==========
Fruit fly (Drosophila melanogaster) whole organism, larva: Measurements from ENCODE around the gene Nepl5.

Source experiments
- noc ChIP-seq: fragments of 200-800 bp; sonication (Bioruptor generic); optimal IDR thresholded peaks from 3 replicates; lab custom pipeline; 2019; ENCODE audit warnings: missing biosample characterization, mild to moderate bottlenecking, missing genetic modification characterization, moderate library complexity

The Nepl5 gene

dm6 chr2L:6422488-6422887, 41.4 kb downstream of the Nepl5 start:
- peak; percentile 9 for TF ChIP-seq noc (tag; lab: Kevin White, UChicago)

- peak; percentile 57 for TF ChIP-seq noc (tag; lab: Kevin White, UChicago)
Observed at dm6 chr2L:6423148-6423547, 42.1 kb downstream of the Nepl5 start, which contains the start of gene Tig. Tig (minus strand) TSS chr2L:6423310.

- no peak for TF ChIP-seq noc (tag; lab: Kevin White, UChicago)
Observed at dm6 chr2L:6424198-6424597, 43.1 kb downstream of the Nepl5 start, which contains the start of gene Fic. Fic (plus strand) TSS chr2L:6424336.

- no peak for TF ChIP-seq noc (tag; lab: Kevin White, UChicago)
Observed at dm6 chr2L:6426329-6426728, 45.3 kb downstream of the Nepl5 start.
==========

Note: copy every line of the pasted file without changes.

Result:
Fruit fly (Drosophila melanogaster) whole organism, larva: Measurements from ENCODE around the gene Nepl5.

Source experiments
- noc ChIP-seq: fragments of 200-800 bp; sonication (Bioruptor generic); optimal IDR thresholded peaks from 3 replicates; lab custom pipeline; 2019; ENCODE audit warnings: missing biosample characterization, mild to moderate bottlenecking, missing genetic modification characterization, moderate library complexity

The Nepl5 gene

dm6 chr2L:6422488-6422887, 41.4 kb downstream of the Nepl5 start:
- peak; percentile 9 for TF ChIP-seq noc (tag; lab: Kevin White, UChicago)

- peak; percentile 57 for TF ChIP-seq noc (tag; lab: Kevin White, UChicago)
Observed at dm6 chr2L:6423148-6423547, 42.1 kb downstream of the Nepl5 start, which contains the start of gene Tig. Tig (minus strand) TSS chr2L:6423310.

- no peak for TF ChIP-seq noc (tag; lab: Kevin White, UChicago)
Observed at dm6 chr2L:6424198-6424597, 43.1 kb downstream of the Nepl5 start, which contains the start of gene Fic. Fic (plus strand) TSS chr2L:6424336.

- no peak for TF ChIP-seq noc (tag; lab: Kevin White, UChicago)
Observed at dm6 chr2L:6426329-6426728, 45.3 kb downstream of the Nepl5 start.